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Colonial costuming: representations of playing Indian in photographs, settler Colonialism and the appropriation of native North American culture

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posted on 08.06.2021, 14:52 by Hikka Ingrid Forster
This thesis examines the cultural significance of “playing Indian” in photographs: the practice of non-Native peoples dressing up in Native North American costumes and posing for photographs. It addresses photographs made both inside and outside the studio of people playing Indian, during both the later part of the nineteenth and early twentieth centuries and looks at the extent to which these photographs reinforce settler colonial ideology prevalent within white society during this time period. Examples from two collections will be explored, portraits from the Notman photography collection at the McCord museum, which includes examples of white Europeans and North Americans dressing up in Native “costumes” and photographs of children playing Indian in the First Nations collection at the Archive of Modern Conflict Toronto. Themes of masculinity, nation-building, “Canadianness,” and childhood in relation to indigeneity are explored by situating the photographs within their historical and cultural context and subsequently relating them to the already existing theories on playing Indian.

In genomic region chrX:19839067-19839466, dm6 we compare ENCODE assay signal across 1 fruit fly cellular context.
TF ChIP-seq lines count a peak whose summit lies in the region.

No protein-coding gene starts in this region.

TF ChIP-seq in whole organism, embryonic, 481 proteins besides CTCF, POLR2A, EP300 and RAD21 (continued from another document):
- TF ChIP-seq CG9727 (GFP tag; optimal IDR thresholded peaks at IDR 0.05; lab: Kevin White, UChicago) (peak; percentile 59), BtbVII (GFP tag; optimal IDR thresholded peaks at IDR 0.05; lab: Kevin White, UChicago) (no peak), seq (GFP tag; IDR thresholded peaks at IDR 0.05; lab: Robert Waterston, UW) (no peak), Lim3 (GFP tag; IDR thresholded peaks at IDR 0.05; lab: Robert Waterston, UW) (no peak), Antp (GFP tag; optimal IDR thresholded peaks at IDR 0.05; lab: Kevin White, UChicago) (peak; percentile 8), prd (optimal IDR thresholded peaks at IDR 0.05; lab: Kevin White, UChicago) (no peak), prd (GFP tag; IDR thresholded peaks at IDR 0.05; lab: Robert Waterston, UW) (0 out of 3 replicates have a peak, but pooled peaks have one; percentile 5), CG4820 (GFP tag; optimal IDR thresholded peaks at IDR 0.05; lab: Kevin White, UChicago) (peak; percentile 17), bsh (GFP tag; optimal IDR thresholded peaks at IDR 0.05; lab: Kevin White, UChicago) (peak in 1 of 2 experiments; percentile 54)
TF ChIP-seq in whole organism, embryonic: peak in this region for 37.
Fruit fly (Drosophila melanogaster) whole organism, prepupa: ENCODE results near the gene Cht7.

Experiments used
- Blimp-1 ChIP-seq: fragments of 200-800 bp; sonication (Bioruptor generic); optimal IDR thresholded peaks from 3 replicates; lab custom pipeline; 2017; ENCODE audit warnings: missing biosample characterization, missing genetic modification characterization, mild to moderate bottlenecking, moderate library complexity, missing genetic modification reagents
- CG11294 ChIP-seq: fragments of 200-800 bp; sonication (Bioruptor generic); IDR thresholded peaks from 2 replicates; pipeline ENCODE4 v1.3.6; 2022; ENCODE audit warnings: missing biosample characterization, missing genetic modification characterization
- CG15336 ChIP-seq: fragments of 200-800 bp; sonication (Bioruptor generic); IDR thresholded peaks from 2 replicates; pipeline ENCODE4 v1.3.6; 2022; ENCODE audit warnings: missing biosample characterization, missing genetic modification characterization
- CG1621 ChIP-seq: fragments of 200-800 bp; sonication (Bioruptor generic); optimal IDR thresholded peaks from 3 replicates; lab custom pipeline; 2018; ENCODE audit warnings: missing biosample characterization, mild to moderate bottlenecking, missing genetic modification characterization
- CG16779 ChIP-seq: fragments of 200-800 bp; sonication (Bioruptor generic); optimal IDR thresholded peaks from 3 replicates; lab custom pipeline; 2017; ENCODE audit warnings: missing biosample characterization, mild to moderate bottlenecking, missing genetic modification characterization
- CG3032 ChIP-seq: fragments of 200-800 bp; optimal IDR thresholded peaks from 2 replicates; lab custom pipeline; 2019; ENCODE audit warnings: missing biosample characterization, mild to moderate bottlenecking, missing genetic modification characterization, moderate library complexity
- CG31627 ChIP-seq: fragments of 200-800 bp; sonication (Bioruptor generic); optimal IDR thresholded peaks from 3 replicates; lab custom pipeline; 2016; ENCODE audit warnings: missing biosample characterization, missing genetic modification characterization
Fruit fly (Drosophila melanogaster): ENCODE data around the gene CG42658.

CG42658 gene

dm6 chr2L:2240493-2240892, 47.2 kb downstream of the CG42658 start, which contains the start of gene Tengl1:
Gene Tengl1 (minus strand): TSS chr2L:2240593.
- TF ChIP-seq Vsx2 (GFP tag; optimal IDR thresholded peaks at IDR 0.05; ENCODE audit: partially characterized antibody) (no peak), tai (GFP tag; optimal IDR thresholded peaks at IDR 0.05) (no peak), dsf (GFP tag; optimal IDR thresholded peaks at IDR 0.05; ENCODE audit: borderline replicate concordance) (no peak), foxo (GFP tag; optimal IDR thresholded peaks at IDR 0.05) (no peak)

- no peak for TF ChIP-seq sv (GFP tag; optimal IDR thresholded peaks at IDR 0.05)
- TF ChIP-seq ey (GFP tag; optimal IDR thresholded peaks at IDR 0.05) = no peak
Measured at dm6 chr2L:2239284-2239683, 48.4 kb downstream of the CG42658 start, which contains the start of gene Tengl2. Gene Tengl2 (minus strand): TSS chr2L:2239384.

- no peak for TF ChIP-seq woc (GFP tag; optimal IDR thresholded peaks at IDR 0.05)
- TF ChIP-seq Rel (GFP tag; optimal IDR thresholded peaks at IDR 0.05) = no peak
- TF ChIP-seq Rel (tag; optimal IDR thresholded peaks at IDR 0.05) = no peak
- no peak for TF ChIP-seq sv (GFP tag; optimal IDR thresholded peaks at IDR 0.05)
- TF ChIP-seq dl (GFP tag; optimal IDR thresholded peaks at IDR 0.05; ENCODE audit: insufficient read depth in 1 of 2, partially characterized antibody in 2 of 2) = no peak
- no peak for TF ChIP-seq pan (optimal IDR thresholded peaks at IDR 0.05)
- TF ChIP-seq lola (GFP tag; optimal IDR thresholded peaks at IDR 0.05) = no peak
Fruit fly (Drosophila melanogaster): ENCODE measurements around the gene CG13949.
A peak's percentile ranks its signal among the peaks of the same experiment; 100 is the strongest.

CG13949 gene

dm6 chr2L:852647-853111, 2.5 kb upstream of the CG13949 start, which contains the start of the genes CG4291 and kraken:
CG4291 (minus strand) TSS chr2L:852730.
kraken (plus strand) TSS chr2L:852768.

Master of Arts


Film and Photography Preservation and Collections Management

Granting Institution

Ryerson University

LAC Thesis Type


Thesis Advisor

Thy Phu Marta Braun